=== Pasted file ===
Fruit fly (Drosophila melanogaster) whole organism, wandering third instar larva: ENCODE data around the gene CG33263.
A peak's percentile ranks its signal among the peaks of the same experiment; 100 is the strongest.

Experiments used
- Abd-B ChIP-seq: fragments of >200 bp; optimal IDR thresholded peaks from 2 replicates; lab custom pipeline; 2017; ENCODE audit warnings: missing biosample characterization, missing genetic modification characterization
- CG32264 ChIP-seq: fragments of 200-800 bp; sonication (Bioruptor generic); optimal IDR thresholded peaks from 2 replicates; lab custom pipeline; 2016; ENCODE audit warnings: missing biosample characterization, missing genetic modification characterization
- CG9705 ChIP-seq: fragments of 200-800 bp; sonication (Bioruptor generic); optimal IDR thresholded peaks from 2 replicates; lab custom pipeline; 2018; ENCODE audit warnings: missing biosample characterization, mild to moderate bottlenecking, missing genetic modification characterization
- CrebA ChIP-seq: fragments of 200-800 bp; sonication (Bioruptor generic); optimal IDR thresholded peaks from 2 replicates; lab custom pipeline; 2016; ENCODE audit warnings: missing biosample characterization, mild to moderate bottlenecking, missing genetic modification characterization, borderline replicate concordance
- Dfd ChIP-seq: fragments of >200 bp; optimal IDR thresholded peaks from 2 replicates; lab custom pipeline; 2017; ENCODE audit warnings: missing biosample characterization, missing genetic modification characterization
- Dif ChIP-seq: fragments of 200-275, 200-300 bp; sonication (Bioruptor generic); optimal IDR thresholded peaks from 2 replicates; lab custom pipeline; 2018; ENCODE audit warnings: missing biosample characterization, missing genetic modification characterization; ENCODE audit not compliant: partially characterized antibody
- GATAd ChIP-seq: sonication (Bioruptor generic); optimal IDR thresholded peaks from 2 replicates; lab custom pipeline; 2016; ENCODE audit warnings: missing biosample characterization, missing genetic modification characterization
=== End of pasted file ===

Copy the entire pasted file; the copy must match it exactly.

Fruit fly (Drosophila melanogaster) whole organism, wandering third instar larva: ENCODE data around the gene CG33263.
A peak's percentile ranks its signal among the peaks of the same experiment; 100 is the strongest.

Experiments used
- Abd-B ChIP-seq: fragments of >200 bp; optimal IDR thresholded peaks from 2 replicates; lab custom pipeline; 2017; ENCODE audit warnings: missing biosample characterization, missing genetic modification characterization
- CG32264 ChIP-seq: fragments of 200-800 bp; sonication (Bioruptor generic); optimal IDR thresholded peaks from 2 replicates; lab custom pipeline; 2016; ENCODE audit warnings: missing biosample characterization, missing genetic modification characterization
- CG9705 ChIP-seq: fragments of 200-800 bp; sonication (Bioruptor generic); optimal IDR thresholded peaks from 2 replicates; lab custom pipeline; 2018; ENCODE audit warnings: missing biosample characterization, mild to moderate bottlenecking, missing genetic modification characterization
- CrebA ChIP-seq: fragments of 200-800 bp; sonication (Bioruptor generic); optimal IDR thresholded peaks from 2 replicates; lab custom pipeline; 2016; ENCODE audit warnings: missing biosample characterization, mild to moderate bottlenecking, missing genetic modification characterization, borderline replicate concordance
- Dfd ChIP-seq: fragments of >200 bp; optimal IDR thresholded peaks from 2 replicates; lab custom pipeline; 2017; ENCODE audit warnings: missing biosample characterization, missing genetic modification characterization
- Dif ChIP-seq: fragments of 200-275, 200-300 bp; sonication (Bioruptor generic); optimal IDR thresholded peaks from 2 replicates; lab custom pipeline; 2018; ENCODE audit warnings: missing biosample characterization, missing genetic modification characterization; ENCODE audit not compliant: partially characterized antibody
- GATAd ChIP-seq: sonication (Bioruptor generic); optimal IDR thresholded peaks from 2 replicates; lab custom pipeline; 2016; ENCODE audit warnings: missing biosample characterization, missing genetic modification characterization